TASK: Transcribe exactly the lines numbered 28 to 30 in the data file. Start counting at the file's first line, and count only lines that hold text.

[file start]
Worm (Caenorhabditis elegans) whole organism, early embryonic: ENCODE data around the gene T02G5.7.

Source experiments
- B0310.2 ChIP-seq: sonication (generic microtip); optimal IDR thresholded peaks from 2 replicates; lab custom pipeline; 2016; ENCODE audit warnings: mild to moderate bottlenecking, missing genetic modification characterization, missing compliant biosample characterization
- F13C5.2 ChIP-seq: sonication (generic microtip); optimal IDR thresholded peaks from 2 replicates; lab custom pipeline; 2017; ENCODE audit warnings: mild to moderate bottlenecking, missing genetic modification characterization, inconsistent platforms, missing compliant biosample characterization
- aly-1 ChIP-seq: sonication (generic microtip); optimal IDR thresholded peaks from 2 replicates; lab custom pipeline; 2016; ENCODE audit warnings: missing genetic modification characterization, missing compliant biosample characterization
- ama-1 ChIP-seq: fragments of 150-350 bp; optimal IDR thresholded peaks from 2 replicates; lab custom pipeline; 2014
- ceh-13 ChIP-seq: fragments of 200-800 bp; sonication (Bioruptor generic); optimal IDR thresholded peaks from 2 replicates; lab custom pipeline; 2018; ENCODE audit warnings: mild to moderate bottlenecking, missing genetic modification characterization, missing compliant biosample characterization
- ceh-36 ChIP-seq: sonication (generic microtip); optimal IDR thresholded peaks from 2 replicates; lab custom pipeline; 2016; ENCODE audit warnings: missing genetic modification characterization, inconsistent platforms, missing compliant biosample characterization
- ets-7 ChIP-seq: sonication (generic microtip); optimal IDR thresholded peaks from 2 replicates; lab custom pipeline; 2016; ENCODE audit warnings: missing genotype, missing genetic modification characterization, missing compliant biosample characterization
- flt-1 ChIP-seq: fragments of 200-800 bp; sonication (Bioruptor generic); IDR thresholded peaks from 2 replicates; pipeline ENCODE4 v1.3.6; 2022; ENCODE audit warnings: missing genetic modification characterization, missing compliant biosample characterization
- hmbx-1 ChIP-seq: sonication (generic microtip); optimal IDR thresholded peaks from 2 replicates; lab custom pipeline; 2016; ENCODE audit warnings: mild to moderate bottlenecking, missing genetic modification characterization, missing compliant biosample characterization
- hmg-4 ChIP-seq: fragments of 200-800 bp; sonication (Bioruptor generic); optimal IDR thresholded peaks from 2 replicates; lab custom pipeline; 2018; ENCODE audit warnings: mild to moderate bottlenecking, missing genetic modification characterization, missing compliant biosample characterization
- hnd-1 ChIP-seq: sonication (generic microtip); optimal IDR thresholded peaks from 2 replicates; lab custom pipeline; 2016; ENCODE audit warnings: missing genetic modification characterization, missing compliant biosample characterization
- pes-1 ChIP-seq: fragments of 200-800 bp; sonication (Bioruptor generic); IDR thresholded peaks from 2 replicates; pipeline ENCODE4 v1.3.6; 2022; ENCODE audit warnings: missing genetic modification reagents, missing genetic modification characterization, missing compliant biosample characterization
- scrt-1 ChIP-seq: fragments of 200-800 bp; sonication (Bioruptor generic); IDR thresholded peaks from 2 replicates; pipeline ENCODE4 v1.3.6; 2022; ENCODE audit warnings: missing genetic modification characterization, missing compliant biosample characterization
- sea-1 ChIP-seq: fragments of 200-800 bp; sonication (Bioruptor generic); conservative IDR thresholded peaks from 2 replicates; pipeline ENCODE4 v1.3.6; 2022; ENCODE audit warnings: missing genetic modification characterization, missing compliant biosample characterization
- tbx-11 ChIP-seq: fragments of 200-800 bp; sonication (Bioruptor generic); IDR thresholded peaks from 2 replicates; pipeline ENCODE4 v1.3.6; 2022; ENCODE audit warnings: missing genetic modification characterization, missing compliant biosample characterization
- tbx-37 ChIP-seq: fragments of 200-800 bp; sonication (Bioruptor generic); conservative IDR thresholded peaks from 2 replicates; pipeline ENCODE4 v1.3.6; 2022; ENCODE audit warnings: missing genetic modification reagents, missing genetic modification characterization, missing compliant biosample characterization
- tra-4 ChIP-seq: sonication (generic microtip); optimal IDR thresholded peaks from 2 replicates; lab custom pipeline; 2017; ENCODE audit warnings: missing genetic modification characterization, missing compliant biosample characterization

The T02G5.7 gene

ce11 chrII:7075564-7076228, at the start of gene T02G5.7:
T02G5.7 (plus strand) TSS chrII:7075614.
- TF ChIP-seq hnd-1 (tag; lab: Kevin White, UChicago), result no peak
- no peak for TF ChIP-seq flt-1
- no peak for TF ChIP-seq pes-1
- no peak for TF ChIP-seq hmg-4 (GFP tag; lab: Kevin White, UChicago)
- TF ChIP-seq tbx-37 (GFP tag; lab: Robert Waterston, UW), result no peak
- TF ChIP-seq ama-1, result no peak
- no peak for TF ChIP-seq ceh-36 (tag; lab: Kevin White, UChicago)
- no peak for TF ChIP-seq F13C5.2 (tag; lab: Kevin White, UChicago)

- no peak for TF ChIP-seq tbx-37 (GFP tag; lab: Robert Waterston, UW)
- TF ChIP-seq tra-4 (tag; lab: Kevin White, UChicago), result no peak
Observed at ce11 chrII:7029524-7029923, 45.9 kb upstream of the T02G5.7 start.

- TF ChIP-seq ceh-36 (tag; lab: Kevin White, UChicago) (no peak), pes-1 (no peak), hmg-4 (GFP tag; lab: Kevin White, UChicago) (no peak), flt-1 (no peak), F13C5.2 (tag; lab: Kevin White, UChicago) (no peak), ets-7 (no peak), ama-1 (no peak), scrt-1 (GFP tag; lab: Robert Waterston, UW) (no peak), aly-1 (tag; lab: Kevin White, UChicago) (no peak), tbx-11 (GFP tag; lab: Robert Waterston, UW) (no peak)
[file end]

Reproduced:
- TF ChIP-seq ama-1, result no peak
- no peak for TF ChIP-seq ceh-36 (tag; lab: Kevin White, UChicago)
- no peak for TF ChIP-seq F13C5.2 (tag; lab: Kevin White, UChicago)